Although it may be hard for some to swallow, the federal bailout of Citigroup was necessary. New York City and the nation already are in dire straits; another collapse surely would have left thousands more workers on the street at a time when job prospects are, to say the least, terribly lean.
It goes without saying that New York has been especially hard hit in this historic catastrophe. The failures of Bear Stearns and Lehman Brothers were horrific; the job contractions in what’s left of the financial industry have been awful. Jobs by the tens of thousands have vanished in the city and surrounding suburbs. Citigroup’s demise might have sent the entire region into a real and profound economic depression. Our city depends on the financial service sector for jobs, tax revenues and indirect impact on related businesses.
There is little question that mistakes were made at Citigroup. The Federal Reserve criticized Citigroup several months ago for not paying closer attention to its risk exposure, but the warning went unheeded. Congress now has every right to demand an explanation from Citigroup executives, including former Treasury Secretary Robert Rubin, a director and top adviser. But this is not the time to point fingers. This is the time to right the ship and get it moving again.
The story at Citigroup is familiar by now. Executives turned a blind eye to the very real downside of the investments they made in bad mortgages. Profits were too easy to come by, and nobody wanted to spoil the party.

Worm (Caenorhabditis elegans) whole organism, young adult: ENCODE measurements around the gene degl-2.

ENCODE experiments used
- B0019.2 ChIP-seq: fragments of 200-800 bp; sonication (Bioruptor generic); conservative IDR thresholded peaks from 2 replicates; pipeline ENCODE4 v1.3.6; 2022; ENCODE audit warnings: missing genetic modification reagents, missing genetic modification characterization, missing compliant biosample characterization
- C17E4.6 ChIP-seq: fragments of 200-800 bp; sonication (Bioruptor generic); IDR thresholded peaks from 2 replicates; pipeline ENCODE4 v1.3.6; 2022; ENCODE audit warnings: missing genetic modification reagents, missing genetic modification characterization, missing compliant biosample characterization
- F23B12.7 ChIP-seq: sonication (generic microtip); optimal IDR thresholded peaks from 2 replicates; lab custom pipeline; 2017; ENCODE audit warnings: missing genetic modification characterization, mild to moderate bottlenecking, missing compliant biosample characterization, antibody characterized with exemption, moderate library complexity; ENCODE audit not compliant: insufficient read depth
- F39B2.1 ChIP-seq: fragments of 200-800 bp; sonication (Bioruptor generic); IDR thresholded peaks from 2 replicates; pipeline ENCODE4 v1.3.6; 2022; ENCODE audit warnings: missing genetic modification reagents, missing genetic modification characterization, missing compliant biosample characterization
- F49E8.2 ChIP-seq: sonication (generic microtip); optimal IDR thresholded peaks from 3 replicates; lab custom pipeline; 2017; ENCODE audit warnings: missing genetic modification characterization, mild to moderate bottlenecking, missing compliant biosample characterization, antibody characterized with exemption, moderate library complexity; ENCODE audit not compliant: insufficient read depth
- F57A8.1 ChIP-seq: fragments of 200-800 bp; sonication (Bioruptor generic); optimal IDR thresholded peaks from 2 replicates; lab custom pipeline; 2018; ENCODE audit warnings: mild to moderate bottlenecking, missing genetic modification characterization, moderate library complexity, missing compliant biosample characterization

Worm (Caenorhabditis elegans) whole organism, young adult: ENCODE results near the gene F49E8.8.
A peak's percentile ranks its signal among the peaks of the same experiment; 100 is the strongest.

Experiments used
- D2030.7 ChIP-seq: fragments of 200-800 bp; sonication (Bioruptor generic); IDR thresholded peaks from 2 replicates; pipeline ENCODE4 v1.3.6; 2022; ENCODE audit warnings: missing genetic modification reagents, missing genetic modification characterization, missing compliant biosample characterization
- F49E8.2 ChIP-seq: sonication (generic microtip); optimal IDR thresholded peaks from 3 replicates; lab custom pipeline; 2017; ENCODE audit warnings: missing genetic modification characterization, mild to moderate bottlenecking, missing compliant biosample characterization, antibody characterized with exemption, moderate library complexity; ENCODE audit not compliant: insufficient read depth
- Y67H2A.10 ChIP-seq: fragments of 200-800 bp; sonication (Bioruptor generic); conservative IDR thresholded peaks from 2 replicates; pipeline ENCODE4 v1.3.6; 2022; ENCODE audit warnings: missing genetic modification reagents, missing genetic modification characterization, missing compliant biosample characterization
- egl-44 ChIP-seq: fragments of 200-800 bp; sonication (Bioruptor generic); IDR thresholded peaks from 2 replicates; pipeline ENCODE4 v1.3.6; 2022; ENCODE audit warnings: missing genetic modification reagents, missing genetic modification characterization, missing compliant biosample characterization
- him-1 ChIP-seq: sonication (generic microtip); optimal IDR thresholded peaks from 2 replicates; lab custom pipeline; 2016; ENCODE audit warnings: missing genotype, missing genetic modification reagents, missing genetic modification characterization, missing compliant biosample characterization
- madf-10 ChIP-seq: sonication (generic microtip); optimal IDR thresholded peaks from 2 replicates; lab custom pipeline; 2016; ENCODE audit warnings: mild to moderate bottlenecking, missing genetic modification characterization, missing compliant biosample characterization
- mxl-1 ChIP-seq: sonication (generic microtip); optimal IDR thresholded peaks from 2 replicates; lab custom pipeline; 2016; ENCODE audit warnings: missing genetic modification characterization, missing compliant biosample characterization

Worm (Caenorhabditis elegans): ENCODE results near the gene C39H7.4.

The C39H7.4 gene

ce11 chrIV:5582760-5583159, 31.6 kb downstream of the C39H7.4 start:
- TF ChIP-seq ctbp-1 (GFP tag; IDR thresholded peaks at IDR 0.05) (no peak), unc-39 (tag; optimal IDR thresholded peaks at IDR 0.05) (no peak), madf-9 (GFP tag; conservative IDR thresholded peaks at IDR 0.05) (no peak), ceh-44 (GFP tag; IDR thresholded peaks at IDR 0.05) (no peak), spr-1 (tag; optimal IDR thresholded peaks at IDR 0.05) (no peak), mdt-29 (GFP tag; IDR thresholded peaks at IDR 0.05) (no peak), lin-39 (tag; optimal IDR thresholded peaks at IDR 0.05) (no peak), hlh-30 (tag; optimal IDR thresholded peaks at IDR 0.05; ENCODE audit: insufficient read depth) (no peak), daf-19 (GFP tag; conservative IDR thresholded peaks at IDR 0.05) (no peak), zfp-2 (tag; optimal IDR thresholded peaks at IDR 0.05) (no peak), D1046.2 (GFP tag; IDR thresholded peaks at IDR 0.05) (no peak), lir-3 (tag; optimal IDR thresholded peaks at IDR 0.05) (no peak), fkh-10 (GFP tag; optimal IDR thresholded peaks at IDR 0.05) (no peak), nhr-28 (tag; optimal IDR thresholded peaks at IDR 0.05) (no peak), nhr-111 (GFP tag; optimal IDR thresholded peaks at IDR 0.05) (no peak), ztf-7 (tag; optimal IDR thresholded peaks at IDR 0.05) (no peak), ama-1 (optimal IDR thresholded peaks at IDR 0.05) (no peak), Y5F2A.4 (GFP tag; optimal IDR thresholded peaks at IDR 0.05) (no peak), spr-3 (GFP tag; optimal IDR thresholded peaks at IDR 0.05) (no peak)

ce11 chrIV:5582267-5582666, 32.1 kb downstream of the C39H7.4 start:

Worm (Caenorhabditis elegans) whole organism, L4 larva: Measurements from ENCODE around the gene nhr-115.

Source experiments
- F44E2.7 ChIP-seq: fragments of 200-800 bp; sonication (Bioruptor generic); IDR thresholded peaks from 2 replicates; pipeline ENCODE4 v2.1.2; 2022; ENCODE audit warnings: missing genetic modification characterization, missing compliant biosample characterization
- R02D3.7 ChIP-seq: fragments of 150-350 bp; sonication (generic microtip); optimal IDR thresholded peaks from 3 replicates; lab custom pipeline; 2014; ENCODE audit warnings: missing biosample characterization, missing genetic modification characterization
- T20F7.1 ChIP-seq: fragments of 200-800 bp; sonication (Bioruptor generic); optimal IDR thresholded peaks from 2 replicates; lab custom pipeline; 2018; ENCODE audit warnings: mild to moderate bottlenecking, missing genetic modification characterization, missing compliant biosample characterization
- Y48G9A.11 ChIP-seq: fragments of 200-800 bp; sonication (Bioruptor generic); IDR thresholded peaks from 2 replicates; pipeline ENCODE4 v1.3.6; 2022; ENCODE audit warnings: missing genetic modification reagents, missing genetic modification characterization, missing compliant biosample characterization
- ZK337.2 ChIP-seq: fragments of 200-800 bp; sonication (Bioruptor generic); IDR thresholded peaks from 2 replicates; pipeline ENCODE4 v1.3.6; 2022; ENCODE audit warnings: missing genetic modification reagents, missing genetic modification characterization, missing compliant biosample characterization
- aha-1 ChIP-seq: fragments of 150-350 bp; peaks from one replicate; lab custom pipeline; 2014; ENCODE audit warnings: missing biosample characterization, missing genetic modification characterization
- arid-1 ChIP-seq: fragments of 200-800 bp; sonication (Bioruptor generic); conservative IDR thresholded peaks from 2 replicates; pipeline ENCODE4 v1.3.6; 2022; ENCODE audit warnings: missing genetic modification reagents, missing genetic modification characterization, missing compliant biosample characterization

The party’s over now. A thousand voices tell us that they saw this coming; another thousand can hardly contain their populist delight over capitalism’s distress. That’s to be expected
For those of us more interested in solutions, Washington’s decision to come to Citigroup’s aid is good news. Citigroup employs 300,000 people around the world, and while that’s about 75,000 fewer than a year ago, it is still a formidable figure. Washington’s plan to plow another $20 billion into Citibank and help cover its huge exposure to toxic assets surely is a bitter pill for U.S. taxpayers. But the bank’s collapse could very well have led to an even worse result.
The global financial crisis has inspired governments around the world to do things they’d rather not do, like come to the rescue of industries, like finance, that lived very well indeed during the good times. New Yorkers who have been thrown out of work or who are struggling to pay their bill perhaps have little sympathy for bankers and financiers. That’s understandable, but they must be shown that the alternative—letting banks collapse and industries die—will bring no justice, and serves no one. New York has been and will continue to be one of the world’s financial hubs, and being the home to major banks is a key element in our city’s future.